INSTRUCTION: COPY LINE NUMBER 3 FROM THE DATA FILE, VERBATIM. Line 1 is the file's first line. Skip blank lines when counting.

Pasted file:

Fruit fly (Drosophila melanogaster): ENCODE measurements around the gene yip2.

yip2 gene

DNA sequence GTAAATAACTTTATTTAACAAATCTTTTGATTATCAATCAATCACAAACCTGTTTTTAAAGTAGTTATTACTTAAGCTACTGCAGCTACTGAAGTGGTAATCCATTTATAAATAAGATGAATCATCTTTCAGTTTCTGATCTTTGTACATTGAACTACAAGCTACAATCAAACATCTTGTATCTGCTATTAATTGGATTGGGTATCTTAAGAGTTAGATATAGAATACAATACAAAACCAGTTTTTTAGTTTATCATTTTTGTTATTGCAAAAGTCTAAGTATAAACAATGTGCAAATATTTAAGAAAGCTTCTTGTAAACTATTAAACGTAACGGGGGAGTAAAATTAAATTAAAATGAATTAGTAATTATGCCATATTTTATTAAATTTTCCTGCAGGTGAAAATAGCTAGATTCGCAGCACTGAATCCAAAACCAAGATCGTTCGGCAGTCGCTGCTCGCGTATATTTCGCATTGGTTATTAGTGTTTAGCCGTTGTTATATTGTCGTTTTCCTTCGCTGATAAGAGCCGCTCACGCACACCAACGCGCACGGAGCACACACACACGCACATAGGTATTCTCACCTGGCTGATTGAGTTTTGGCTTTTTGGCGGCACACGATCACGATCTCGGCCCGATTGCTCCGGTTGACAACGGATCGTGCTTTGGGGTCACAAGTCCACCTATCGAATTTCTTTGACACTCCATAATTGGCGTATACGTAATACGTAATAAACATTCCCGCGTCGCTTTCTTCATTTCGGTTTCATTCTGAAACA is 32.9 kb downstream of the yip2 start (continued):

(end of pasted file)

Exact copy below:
DNA sequence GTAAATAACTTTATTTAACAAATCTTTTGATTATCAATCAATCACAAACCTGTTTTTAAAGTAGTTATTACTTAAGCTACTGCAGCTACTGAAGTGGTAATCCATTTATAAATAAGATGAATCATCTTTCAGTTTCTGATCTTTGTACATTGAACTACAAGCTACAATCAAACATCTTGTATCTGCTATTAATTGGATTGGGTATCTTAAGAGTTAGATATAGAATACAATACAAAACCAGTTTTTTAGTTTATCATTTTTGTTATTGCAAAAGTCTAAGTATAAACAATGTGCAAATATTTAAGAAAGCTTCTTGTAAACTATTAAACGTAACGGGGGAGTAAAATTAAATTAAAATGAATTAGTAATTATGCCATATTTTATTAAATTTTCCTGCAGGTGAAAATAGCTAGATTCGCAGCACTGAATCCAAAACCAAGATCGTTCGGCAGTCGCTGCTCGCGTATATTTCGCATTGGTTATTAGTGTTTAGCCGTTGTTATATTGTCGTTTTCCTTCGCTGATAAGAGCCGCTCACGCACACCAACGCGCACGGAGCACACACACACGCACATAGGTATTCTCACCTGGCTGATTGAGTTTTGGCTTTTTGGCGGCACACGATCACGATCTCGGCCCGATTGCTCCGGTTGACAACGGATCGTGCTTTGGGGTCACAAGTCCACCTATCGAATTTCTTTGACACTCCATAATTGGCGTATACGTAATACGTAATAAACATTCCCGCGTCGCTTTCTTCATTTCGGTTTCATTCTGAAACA is 32.9 kb downstream of the yip2 start (continued):